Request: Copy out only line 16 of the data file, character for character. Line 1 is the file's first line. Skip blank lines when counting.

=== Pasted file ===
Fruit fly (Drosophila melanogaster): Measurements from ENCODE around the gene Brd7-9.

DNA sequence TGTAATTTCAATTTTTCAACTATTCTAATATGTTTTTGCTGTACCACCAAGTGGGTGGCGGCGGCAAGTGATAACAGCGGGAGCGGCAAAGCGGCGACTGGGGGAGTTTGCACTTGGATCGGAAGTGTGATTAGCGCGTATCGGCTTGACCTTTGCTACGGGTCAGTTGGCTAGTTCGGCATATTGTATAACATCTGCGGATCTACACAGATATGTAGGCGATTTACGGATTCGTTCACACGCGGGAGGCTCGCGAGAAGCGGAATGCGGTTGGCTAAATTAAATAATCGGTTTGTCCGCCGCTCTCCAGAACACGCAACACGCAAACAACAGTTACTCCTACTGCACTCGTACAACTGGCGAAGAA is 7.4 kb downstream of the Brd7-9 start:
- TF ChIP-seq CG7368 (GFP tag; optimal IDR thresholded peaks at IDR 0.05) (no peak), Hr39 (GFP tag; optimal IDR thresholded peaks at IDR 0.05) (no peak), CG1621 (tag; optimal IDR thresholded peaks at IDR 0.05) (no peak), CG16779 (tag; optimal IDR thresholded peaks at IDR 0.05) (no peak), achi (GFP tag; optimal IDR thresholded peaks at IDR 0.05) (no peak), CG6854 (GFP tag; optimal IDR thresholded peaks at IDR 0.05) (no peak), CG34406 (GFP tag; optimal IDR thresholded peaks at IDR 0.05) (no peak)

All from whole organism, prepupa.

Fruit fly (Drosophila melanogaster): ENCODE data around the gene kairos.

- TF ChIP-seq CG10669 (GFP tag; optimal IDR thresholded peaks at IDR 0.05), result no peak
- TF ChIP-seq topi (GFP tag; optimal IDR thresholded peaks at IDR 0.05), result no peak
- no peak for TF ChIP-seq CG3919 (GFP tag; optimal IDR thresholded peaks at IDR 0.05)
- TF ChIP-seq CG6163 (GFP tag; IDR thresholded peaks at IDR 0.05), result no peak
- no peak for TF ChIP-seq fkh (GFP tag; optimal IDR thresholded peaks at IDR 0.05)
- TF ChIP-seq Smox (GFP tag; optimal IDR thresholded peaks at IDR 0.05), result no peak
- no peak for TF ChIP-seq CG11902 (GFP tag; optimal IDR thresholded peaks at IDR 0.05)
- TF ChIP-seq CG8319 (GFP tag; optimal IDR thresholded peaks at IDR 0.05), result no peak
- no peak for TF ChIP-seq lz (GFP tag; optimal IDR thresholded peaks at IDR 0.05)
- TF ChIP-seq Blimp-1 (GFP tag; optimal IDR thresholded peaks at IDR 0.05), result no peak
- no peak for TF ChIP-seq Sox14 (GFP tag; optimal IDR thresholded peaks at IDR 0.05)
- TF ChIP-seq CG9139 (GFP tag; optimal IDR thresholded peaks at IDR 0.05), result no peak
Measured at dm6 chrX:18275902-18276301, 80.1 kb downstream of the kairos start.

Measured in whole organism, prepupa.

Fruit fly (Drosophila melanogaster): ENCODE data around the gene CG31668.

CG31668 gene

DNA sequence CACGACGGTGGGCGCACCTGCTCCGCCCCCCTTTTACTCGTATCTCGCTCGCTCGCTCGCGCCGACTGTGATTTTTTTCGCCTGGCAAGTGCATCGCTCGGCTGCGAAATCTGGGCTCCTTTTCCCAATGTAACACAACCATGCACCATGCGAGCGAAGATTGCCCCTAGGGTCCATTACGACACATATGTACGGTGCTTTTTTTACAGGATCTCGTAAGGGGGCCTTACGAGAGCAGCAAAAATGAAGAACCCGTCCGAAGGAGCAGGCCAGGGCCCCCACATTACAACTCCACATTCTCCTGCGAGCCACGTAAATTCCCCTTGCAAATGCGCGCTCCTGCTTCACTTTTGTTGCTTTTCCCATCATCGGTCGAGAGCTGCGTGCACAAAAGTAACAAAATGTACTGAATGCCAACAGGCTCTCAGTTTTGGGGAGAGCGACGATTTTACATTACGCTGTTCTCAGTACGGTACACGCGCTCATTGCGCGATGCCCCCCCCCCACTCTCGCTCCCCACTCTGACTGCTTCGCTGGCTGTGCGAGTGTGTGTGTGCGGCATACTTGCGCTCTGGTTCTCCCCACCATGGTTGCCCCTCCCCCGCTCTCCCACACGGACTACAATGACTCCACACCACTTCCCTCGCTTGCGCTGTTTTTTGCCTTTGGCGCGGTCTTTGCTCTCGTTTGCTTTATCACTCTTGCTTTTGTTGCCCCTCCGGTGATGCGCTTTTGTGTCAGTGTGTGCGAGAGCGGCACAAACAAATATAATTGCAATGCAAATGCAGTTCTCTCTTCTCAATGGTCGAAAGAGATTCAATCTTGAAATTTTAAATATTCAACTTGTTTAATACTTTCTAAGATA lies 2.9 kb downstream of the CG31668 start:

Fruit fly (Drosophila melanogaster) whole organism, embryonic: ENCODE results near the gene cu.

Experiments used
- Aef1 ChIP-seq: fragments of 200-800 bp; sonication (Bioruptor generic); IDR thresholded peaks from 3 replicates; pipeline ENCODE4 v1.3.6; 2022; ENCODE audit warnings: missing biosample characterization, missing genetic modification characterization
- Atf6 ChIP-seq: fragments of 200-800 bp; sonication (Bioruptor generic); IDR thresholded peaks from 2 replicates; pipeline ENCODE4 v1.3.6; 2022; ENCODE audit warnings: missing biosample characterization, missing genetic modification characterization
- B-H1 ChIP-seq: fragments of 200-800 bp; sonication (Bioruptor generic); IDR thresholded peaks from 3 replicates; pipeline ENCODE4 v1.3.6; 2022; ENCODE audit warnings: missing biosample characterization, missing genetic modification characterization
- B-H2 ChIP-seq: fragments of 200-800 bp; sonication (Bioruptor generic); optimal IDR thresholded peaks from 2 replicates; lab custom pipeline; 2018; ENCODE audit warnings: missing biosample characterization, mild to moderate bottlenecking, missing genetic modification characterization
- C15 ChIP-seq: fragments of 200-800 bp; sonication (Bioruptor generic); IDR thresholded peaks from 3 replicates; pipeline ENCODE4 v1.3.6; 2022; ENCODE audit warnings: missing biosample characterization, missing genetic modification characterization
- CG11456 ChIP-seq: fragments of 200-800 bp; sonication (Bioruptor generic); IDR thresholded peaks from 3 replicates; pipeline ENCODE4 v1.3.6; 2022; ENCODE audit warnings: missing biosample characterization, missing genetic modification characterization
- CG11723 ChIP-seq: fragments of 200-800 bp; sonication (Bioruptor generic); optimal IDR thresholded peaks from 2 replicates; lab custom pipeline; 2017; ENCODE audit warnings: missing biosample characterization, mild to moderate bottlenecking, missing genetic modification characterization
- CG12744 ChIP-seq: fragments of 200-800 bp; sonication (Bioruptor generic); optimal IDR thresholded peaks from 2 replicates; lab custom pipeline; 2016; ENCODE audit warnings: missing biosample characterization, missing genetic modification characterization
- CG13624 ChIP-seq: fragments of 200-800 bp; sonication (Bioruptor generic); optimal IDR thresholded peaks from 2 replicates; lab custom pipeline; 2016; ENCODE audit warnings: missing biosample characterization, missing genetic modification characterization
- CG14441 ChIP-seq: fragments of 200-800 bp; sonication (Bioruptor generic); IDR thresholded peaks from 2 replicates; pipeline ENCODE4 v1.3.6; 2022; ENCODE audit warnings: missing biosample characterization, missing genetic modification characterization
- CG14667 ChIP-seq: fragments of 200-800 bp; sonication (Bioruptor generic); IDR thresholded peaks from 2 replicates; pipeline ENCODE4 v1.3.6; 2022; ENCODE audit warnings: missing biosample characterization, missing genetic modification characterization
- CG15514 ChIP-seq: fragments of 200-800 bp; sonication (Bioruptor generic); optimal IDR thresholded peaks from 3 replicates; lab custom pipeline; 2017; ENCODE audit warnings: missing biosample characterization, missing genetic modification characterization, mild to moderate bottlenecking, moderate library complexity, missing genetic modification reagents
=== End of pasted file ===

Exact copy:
- no peak for TF ChIP-seq Sox14 (GFP tag; optimal IDR thresholded peaks at IDR 0.05)